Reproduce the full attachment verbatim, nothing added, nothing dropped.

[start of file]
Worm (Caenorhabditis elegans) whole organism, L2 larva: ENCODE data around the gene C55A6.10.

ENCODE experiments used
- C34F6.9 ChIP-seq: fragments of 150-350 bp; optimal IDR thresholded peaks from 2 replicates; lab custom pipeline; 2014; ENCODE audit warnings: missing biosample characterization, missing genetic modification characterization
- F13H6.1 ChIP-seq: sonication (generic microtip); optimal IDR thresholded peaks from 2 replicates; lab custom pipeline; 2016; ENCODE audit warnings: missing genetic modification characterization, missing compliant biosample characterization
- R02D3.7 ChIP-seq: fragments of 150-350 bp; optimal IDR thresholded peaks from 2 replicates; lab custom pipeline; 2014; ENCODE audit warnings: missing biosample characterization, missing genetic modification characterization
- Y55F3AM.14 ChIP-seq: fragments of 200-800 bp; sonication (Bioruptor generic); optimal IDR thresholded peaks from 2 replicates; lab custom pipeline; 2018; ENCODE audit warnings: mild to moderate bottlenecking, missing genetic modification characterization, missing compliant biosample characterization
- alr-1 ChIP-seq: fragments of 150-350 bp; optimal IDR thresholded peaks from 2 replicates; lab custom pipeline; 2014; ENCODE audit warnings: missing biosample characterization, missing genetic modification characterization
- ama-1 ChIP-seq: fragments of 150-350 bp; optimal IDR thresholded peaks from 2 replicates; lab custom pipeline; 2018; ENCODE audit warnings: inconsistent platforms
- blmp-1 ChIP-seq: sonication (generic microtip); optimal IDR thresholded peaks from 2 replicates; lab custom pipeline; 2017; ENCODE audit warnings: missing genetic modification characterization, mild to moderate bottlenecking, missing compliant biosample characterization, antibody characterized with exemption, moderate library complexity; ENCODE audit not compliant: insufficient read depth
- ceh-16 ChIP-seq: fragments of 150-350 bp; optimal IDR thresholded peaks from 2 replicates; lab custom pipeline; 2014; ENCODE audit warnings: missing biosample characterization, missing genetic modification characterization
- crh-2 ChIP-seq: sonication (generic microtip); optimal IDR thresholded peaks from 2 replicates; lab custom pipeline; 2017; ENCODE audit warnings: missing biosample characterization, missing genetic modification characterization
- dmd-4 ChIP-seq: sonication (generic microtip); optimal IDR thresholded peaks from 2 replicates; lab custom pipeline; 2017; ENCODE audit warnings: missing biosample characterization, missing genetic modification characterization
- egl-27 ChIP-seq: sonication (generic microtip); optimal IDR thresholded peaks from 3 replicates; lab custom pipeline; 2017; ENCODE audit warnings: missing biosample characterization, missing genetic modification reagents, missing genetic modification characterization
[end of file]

Worm (Caenorhabditis elegans) whole organism, L2 larva: ENCODE data around the gene C55A6.10.

ENCODE experiments used
- C34F6.9 ChIP-seq: fragments of 150-350 bp; optimal IDR thresholded peaks from 2 replicates; lab custom pipeline; 2014; ENCODE audit warnings: missing biosample characterization, missing genetic modification characterization
- F13H6.1 ChIP-seq: sonication (generic microtip); optimal IDR thresholded peaks from 2 replicates; lab custom pipeline; 2016; ENCODE audit warnings: missing genetic modification characterization, missing compliant biosample characterization
- R02D3.7 ChIP-seq: fragments of 150-350 bp; optimal IDR thresholded peaks from 2 replicates; lab custom pipeline; 2014; ENCODE audit warnings: missing biosample characterization, missing genetic modification characterization
- Y55F3AM.14 ChIP-seq: fragments of 200-800 bp; sonication (Bioruptor generic); optimal IDR thresholded peaks from 2 replicates; lab custom pipeline; 2018; ENCODE audit warnings: mild to moderate bottlenecking, missing genetic modification characterization, missing compliant biosample characterization
- alr-1 ChIP-seq: fragments of 150-350 bp; optimal IDR thresholded peaks from 2 replicates; lab custom pipeline; 2014; ENCODE audit warnings: missing biosample characterization, missing genetic modification characterization
- ama-1 ChIP-seq: fragments of 150-350 bp; optimal IDR thresholded peaks from 2 replicates; lab custom pipeline; 2018; ENCODE audit warnings: inconsistent platforms
- blmp-1 ChIP-seq: sonication (generic microtip); optimal IDR thresholded peaks from 2 replicates; lab custom pipeline; 2017; ENCODE audit warnings: missing genetic modification characterization, mild to moderate bottlenecking, missing compliant biosample characterization, antibody characterized with exemption, moderate library complexity; ENCODE audit not compliant: insufficient read depth
- ceh-16 ChIP-seq: fragments of 150-350 bp; optimal IDR thresholded peaks from 2 replicates; lab custom pipeline; 2014; ENCODE audit warnings: missing biosample characterization, missing genetic modification characterization
- crh-2 ChIP-seq: sonication (generic microtip); optimal IDR thresholded peaks from 2 replicates; lab custom pipeline; 2017; ENCODE audit warnings: missing biosample characterization, missing genetic modification characterization
- dmd-4 ChIP-seq: sonication (generic microtip); optimal IDR thresholded peaks from 2 replicates; lab custom pipeline; 2017; ENCODE audit warnings: missing biosample characterization, missing genetic modification characterization
- egl-27 ChIP-seq: sonication (generic microtip); optimal IDR thresholded peaks from 3 replicates; lab custom pipeline; 2017; ENCODE audit warnings: missing biosample characterization, missing genetic modification reagents, missing genetic modification characterization